Algorithmic Information Theory

24 Apr 2024 11:25

Fix your favorite universal computer \( U \). Now consider any string of symbols \( x \), or anything which we can describe by means of a string of symbols. Among all the programs which can be run on \( U \), there will be some which will produce \( x \) and then stop. There will therefore be a minimum length for such programs. Call this length \( K_U(x) \). This is the "algorithmic information content" of \( x \) (relative to \( U \)), or its Kolmgorov (-Chaitin-Solomonoff) complexity.

Note that one program which could produce \( x \) would be
print(\( x \)); stop;
(or its equivalent in the language of \( U \)), so \( K_U(x) \) can't be much bigger than \( |x| \), the length of \( x \). Sometimes, clearly, \( K_U(x) \) can be much smaller than \( x \): if \( x \) just consists of the same symbol repeated over and over, say 0, we could use the program for (i in 1:n) { print("0"); }; stop;
and give it n=\( |x| \), for a total length of a constant (the loop-and-print bit) plus \( \log{|x|} \) (the number of symbols needed to write the length of \( x \)). While precise values will, irritatingly, be relative to the universal computer \( U \), because the computer is universal, it can emulate any other computer \( V \) with a finite-length program which we might call \( K_U(V) \). Hence \[ K_U(x) \leq K_V(x) + K_U(V), \] and algorithmic information content differs by at most an additive, string-independent constant across computers.

It turns out that the quantity \( K_U(x) \) shares many formal properties with the (Shannon) entropy of a random variable, typically written \( H[X] \), so that one can define analogs of all the usual information-theoretic quantities in purely algorithmic terms. Along these lines, we say that \( x \) is "incompressible" if \( K_U(x) \approx |x| \). What makes this mathematically interesting is that incompressible sequences turn out to provide a model of sequences of independent and identically distributed random variables, and, vice versa, the typical sample path of an IID stochastic process is incompressible. This generalizes: almost every trajectory of an ergodic stochastic process has a Kolmogorov complexity whose growth rate equals its entropy rate (Brudno's theorem). This, by the way, is why I don't think Kolmogorov complexity makes a very useful complexity measure: it's maximal for totally random things! But Kolmogorov complexity would be a good measure of (effective) stochasticity, if we could actually calculate it.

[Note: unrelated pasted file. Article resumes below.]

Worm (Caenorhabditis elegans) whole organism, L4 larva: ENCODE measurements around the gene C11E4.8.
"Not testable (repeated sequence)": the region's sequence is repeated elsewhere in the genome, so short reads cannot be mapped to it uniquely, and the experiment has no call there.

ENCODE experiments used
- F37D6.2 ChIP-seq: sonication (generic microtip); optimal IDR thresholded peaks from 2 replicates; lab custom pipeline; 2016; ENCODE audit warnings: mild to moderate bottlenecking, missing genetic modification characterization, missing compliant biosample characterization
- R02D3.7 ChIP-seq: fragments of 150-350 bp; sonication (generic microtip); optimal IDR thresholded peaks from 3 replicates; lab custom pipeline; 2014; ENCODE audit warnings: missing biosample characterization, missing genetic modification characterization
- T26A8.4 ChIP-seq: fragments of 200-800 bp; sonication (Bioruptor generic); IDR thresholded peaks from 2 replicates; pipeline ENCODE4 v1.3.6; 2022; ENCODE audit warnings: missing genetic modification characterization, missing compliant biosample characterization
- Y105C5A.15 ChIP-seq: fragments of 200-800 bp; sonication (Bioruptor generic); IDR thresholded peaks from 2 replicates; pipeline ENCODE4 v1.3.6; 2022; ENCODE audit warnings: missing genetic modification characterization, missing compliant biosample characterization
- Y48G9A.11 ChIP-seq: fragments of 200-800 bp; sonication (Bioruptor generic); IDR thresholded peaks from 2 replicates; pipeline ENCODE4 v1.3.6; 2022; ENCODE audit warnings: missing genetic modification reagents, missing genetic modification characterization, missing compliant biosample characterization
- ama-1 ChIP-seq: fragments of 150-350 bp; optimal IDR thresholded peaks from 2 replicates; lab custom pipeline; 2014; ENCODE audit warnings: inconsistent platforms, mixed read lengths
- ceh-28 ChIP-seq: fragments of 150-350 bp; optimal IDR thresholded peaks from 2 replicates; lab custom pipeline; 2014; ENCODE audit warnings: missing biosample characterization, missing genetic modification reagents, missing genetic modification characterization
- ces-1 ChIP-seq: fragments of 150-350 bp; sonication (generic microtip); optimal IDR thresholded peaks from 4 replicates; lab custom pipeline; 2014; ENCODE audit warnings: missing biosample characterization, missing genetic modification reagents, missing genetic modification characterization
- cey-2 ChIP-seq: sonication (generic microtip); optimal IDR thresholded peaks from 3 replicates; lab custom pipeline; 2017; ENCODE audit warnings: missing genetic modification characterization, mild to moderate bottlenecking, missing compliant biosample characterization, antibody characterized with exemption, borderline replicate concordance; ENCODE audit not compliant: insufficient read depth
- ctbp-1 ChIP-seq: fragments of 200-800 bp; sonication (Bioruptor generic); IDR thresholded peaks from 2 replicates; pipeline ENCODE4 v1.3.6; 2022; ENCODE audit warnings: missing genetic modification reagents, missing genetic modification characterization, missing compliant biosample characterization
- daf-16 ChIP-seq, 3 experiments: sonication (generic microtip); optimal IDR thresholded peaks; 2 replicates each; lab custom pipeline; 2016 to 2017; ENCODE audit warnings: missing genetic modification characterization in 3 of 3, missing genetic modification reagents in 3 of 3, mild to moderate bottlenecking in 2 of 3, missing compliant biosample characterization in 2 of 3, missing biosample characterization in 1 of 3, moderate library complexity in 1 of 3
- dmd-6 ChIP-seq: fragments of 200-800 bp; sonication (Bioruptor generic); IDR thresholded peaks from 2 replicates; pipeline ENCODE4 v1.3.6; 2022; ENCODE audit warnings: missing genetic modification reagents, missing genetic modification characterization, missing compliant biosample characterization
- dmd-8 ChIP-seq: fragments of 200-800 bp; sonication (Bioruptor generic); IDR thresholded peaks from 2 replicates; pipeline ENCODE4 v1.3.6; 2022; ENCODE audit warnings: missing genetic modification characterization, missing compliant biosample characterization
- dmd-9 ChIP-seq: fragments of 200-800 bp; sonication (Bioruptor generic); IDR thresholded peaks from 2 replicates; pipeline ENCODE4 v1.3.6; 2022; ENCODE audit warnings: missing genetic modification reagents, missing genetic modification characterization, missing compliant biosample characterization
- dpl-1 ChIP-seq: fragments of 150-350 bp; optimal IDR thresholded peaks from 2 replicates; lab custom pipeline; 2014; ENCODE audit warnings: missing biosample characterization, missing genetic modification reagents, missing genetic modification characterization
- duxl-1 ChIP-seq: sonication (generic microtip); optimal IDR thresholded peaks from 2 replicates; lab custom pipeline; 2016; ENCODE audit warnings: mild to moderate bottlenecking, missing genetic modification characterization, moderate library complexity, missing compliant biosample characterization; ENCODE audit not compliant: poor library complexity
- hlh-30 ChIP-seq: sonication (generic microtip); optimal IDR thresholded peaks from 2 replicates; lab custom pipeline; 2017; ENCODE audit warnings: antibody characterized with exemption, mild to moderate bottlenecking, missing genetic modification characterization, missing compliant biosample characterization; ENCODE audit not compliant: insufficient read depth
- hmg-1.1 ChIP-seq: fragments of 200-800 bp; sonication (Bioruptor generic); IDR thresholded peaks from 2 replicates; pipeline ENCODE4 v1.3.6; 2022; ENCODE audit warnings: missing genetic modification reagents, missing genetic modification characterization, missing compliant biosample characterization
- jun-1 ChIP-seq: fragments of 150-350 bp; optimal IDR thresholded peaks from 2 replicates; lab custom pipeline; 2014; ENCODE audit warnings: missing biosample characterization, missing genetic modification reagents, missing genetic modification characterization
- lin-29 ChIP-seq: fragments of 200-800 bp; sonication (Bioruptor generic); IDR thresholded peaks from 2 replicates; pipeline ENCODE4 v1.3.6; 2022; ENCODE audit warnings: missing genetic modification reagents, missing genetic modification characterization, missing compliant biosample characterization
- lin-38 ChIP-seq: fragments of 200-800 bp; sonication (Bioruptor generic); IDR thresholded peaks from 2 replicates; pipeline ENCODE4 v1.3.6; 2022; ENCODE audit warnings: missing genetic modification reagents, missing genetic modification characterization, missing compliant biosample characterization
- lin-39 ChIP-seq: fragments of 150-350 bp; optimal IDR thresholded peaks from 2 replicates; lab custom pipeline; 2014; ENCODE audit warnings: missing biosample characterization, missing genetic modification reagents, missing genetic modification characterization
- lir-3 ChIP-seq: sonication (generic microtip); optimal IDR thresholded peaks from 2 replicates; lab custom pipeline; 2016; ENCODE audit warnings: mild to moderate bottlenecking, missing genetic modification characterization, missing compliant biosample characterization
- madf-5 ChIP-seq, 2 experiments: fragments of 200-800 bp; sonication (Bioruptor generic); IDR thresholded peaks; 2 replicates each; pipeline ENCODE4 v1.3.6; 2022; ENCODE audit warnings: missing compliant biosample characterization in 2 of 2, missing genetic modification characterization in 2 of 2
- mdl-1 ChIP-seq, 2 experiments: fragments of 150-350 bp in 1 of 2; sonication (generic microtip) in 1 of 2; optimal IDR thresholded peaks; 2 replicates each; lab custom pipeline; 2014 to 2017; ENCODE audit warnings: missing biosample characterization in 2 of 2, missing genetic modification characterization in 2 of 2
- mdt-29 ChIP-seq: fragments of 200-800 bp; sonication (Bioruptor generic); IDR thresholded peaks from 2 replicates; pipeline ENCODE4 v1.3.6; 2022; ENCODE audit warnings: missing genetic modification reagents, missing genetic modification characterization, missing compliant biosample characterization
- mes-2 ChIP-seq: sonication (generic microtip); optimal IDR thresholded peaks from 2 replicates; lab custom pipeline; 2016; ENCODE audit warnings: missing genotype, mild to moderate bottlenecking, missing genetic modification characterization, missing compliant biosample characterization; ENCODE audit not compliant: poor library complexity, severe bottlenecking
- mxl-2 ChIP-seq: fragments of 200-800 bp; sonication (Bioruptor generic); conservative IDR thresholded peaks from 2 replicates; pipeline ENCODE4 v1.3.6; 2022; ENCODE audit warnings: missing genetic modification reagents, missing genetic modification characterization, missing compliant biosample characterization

Unfortunately, we cannot calculate it. There is a lovely little proof of this, due to Nohre, which I learned of from a paper by Rissanen, and can't resist rehearsing. (There are older proofs, but they're not so pretty.) Suppose there was a program \( P \) which could read in an object \( x \) and return its algorithmic information content relative to some universe computer, so \( P(X) = K_U(x) \). We now use \( P \) to construct a new program \( V \) which compresses incompressible objects.

  1. Sort all sequences by length, and then alphabetically.
  2. For the \( i^{\mathrm{th}} \) sequence \( x^i \), use \( P \) to find \( K_U(x^i) \).
  3. If \( K_U(x^i) \leq |V| \), then keep going.
  4. Otherwise, set \( z \) to \( x^i \), return \( z \), and stop.
\( V \) outputs \( z \) and stops, so \( K_U(z) \leq |V|\), but, by construction, \( K_U(z) > |V| \), a contradiction. The only way out of this contradiction is to deny the premise that \( P \) exists: there is no algorithm which calculates the Kolmogorov complexity of an arbitrary string. You can in fact strengthen this to say that there is no algorithm which approximates \( K_U \). (In particular, you can't approximate it with gzip.) \[ \newcommand{\Expect}[1]{\mathbb{E}\left[ #1 \right]} \]

Expected Kolmogorov complexity vs. Shannon entropy Up to (unimportant) additive constants, \( \Expect{K_U(X)} = H[X] \). To prove this, start with the fact that \( H[X] \) minimizes the expected code length for any coding scheme for \( X \). That is, pick any invertible mapping \( c \) from the values of \( X \), \( \mathcal{X} \), to binary sequences. Say \( \ell(c(x)) \) is the length of the binary encoding of \( x \). Then \( \Expect{\ell(c(X))} \) is the expected code length, and (i) \( \Expect{\ell(c(X))} \geq H[X] \), and (ii) there are coding schemes which come arbitrarily close to the lower bound (while still being uniquely decode-able). Taking this as given, I make two claims:

  1. \( \Expect{K_U(X)} \geq H[X] \): The mapping from \( x \) to the program on \( U \) which generates \( x \) (and then stops) is a binary encoding of \( x \). \( K_U(x) \) is the length of that encoding. Since \( H[X] \) is a lower bound on the expected code length, it must be a lower bound on expected program length.
  2. \( \Expect{K_U(X)} \leq H[X] + \text{constant} \): Given a coding/decoding scheme which achieves the Shannon lower bound, there is a finite program \( D \) on \( U \) which implements the decoding half of the scheme, and the same program \( D \) can be used for all \( x \). Therefore, a program on \( U \) which will generate \( x \) and then stop is \( D \) plus the Shannon coding of \( x \). The length of such a program is \( |D| + \) length of the encoding of \( x \), and the expected length, over random choices of \( X \), is therefore \( |D| + H[X] \).
Combining the two claims, \( \Expect{K_U(X)} = H[X] \) up to an additive constant.

See also: Complexity Measures; Ergodic Theory; Information Theory; the Minimum Description Length Principle; Probability; "Occam"-style Bounds for Long Programs